Oct 25, 2013: Mike Spencer and struggles on WSIB

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Click Image for more info on OPIRG Windsor

Listen to entire program here:

Ever been injured at work? Think if you are you’ll be looked after and made whole? Many injured workers in Ontario are living another reality after being injured and then entering the Workplace Safety and Insurance Board – WSIB – system.

According to a website for Ontario injured workers, the “compensation system is meant to protect workers, their families, and the broader public against both the harm and the costs of work-related injuries. This system was created to provide injured workers with prompt and secure benefits that compensate them for as long as they are disabled. Workers’ compensation is supposed to be no-fault, prompt, and non-adversarial. Perhaps most importantly, the workers’ compensation system was designed to ensure that employers collectively pay the costs of workplace injuries, instead of foisting those costs on injured workers, their families, and the rest of us.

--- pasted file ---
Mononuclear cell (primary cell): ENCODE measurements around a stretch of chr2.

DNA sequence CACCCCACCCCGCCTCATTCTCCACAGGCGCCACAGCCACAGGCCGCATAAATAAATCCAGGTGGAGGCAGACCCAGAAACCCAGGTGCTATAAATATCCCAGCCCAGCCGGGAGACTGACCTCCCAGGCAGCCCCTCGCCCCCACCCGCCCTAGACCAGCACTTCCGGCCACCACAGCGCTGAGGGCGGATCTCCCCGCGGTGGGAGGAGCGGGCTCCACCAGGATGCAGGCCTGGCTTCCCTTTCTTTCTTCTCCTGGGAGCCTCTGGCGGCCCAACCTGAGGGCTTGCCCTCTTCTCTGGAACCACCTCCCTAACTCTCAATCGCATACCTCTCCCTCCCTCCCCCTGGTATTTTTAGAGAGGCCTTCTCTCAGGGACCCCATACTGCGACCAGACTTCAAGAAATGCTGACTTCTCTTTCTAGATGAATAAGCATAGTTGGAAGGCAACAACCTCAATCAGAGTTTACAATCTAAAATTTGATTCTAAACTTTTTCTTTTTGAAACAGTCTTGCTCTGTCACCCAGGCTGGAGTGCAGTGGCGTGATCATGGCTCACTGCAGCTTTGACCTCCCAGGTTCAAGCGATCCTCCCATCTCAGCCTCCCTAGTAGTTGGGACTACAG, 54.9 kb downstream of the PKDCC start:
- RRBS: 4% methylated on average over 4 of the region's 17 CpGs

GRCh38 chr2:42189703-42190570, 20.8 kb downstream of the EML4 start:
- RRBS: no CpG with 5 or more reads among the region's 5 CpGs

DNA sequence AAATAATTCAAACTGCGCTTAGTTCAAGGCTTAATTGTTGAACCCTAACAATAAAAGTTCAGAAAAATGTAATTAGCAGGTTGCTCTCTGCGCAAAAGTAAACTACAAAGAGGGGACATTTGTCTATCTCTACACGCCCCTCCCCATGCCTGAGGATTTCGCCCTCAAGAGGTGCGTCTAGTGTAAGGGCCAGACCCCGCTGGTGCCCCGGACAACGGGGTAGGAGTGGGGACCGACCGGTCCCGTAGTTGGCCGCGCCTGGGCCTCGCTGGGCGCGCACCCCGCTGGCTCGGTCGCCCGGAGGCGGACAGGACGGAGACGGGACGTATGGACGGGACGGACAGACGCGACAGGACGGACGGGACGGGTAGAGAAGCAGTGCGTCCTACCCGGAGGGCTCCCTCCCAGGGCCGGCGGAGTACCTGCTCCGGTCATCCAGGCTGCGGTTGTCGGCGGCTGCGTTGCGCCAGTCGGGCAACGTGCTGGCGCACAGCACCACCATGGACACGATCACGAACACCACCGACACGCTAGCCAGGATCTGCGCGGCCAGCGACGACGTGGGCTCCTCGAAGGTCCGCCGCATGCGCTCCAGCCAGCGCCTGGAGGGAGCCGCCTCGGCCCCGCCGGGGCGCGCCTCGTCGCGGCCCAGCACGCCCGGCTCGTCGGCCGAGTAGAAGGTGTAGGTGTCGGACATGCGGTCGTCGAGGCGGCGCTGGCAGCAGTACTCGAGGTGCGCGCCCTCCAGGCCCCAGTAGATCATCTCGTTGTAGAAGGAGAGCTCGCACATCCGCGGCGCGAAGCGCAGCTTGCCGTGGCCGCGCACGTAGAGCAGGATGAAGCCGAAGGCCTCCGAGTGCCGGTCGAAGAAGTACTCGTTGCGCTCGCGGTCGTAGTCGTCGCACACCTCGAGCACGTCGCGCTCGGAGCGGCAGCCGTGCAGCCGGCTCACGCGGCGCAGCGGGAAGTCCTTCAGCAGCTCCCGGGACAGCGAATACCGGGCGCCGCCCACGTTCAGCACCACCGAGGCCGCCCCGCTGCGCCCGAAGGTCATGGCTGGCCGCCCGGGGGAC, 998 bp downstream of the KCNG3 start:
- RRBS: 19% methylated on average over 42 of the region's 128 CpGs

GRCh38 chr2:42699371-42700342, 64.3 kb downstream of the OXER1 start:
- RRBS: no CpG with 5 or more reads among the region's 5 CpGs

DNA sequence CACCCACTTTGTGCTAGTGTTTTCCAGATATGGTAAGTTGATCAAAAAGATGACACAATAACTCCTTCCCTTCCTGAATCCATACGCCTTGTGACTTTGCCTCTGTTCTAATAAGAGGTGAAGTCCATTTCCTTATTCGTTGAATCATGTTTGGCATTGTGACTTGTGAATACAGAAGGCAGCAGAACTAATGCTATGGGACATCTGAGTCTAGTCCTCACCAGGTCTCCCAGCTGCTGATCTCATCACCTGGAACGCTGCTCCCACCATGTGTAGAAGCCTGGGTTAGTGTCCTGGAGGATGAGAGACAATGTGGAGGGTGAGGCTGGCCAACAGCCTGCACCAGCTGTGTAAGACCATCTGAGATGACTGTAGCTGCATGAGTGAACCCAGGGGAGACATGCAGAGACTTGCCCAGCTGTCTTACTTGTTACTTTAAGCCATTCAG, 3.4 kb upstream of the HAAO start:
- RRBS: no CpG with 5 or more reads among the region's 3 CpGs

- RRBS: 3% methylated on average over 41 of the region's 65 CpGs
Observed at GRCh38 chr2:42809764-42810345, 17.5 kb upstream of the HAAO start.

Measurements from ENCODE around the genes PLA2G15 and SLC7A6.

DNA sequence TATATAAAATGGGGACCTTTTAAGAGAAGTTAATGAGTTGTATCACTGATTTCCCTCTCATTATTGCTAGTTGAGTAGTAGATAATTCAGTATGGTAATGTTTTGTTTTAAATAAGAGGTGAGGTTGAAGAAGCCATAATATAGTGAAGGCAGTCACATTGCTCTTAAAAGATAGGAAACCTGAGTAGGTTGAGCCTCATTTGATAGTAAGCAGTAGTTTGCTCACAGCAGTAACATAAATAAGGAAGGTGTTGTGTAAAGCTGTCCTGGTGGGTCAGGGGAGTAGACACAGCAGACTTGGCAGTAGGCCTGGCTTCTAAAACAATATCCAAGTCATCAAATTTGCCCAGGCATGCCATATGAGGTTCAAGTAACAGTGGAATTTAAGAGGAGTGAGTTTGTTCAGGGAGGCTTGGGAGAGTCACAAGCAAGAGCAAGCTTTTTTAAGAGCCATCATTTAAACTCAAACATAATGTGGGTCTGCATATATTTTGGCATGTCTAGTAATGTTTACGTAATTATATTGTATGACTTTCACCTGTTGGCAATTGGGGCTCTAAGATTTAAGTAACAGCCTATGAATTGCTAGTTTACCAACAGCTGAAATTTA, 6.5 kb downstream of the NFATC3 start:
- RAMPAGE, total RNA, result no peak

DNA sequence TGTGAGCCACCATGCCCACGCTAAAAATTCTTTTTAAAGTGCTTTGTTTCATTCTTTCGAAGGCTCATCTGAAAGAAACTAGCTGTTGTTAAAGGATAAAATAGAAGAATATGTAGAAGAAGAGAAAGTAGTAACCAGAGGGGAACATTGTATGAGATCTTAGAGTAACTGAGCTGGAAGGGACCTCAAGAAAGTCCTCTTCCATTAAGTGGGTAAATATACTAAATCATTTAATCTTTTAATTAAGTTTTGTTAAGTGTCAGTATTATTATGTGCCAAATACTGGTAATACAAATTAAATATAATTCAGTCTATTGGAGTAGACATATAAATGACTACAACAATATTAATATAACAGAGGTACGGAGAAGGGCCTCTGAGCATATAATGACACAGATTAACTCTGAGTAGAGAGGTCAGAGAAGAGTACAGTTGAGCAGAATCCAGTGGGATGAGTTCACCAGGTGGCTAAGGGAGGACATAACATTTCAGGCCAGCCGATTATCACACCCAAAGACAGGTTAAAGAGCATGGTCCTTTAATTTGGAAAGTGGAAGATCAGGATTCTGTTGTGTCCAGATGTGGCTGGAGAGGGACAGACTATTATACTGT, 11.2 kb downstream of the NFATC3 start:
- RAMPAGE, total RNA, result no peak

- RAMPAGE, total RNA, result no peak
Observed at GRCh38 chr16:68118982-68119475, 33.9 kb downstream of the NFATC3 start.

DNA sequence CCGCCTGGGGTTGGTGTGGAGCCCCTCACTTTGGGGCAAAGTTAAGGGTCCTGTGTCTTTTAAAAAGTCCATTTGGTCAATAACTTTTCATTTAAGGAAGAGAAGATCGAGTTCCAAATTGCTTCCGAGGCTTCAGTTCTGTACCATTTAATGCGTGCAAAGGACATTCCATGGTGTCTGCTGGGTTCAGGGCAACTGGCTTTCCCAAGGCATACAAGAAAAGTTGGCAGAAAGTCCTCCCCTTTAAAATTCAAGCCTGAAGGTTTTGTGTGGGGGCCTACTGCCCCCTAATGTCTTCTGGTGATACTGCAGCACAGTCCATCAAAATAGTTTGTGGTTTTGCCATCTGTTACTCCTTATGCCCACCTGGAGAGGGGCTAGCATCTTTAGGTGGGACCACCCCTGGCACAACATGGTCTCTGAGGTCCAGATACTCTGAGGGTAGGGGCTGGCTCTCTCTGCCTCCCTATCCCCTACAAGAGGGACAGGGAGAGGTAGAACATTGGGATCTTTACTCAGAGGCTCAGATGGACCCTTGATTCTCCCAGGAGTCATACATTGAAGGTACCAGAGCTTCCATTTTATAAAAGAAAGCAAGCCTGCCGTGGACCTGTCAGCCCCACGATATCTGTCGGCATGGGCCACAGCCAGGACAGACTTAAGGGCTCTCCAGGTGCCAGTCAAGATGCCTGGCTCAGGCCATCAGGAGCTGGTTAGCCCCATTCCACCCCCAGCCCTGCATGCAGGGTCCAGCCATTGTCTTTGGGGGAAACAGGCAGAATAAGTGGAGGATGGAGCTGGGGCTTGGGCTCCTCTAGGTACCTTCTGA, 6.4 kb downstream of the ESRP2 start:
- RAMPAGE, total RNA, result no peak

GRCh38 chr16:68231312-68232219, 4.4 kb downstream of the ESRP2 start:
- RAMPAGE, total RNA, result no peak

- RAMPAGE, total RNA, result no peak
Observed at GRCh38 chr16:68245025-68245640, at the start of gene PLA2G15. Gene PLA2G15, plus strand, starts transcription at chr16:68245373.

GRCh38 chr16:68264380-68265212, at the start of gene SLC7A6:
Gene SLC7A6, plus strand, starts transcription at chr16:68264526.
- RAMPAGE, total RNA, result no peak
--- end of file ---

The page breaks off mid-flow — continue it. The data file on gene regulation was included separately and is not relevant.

If unchecked, recent initiatives by the Workplace Safety and Insurance Board, will spell the end of workers’ compensation as we have known it. The Board’s management, with the full support of the provincial government, have instituted changes that will limit workers’ entitlement to benefits to a short period after the injury. Instead of a system that compensates workers for injuries, we will be left with system where most workers’ claims are denied and the few workers whose claims are accepted will be forced either back to work or into poverty.”

With me was local activist Mike Spence, himself an injured worker, and we had a discussion on the reality of life for injured workers in the WSIB system:

4 thoughts on “Oct 25, 2013: Mike Spencer and struggles on WSIB